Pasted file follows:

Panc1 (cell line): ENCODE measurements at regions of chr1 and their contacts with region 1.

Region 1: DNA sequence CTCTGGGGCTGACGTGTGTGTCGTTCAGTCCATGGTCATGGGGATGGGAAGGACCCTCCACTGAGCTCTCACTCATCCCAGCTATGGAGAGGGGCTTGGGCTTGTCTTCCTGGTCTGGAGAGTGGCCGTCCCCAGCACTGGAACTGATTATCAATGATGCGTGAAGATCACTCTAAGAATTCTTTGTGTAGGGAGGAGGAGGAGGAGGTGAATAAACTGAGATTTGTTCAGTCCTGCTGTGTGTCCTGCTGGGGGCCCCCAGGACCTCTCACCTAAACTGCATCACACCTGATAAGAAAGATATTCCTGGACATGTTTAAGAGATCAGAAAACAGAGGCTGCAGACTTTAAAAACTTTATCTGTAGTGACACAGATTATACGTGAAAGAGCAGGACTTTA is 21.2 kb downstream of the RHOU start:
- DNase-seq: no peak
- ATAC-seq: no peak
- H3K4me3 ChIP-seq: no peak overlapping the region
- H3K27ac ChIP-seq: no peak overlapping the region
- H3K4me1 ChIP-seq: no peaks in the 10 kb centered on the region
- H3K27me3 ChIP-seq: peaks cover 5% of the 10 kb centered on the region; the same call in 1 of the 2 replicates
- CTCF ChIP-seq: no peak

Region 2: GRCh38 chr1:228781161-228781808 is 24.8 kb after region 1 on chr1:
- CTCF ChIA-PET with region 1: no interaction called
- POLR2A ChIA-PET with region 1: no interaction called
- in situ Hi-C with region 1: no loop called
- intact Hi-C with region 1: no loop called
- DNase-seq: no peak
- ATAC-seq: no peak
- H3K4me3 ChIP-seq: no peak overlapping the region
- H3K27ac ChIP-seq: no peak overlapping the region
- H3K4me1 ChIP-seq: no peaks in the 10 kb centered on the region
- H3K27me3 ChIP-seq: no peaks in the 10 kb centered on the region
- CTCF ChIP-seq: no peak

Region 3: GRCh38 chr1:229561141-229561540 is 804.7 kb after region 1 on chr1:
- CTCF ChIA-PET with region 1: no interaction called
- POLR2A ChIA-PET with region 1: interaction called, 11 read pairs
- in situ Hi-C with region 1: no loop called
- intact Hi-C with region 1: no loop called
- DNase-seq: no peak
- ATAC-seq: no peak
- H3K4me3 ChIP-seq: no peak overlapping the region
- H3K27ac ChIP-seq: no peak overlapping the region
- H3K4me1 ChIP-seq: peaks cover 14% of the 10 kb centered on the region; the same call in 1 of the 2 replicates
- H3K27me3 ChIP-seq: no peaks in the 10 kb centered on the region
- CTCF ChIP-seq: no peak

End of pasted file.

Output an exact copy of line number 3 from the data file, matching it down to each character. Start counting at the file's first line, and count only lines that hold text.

- DNase-seq: no peak